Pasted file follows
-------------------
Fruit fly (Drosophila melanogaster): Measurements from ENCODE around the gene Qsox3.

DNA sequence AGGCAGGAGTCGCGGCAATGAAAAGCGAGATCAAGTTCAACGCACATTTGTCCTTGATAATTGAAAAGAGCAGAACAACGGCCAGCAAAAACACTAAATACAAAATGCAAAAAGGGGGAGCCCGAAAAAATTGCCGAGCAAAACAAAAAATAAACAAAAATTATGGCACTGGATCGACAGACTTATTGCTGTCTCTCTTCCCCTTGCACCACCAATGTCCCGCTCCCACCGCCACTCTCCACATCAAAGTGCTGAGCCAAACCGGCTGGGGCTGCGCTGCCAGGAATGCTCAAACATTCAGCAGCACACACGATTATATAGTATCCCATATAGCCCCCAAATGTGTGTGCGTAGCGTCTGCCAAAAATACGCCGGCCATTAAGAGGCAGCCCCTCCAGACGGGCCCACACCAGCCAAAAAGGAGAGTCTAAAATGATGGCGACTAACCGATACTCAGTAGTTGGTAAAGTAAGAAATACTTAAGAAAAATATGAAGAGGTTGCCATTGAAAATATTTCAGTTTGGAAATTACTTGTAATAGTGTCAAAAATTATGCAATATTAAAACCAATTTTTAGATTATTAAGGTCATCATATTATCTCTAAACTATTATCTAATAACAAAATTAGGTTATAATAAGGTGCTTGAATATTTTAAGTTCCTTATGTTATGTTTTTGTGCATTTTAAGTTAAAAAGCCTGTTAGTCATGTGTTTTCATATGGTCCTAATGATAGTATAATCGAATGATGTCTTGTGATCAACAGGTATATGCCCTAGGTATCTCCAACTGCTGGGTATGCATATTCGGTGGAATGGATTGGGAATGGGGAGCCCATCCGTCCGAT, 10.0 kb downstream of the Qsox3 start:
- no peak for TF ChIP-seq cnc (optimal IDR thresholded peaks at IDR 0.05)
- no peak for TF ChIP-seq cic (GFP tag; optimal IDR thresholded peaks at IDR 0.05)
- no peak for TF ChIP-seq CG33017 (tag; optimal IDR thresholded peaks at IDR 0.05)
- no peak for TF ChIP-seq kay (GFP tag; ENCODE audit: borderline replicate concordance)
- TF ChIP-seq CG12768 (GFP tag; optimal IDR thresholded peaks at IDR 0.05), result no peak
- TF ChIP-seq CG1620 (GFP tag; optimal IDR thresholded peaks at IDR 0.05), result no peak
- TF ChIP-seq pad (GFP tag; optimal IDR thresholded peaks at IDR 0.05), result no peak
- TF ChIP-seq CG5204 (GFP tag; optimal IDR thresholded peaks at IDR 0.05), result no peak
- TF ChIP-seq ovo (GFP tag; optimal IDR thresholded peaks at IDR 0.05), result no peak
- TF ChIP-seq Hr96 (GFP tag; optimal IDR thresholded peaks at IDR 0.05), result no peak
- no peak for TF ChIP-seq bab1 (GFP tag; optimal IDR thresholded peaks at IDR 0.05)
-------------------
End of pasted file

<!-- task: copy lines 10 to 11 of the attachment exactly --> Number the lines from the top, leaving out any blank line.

- TF ChIP-seq CG5204 (GFP tag; optimal IDR thresholded peaks at IDR 0.05), result no peak
- TF ChIP-seq ovo (GFP tag; optimal IDR thresholded peaks at IDR 0.05), result no peak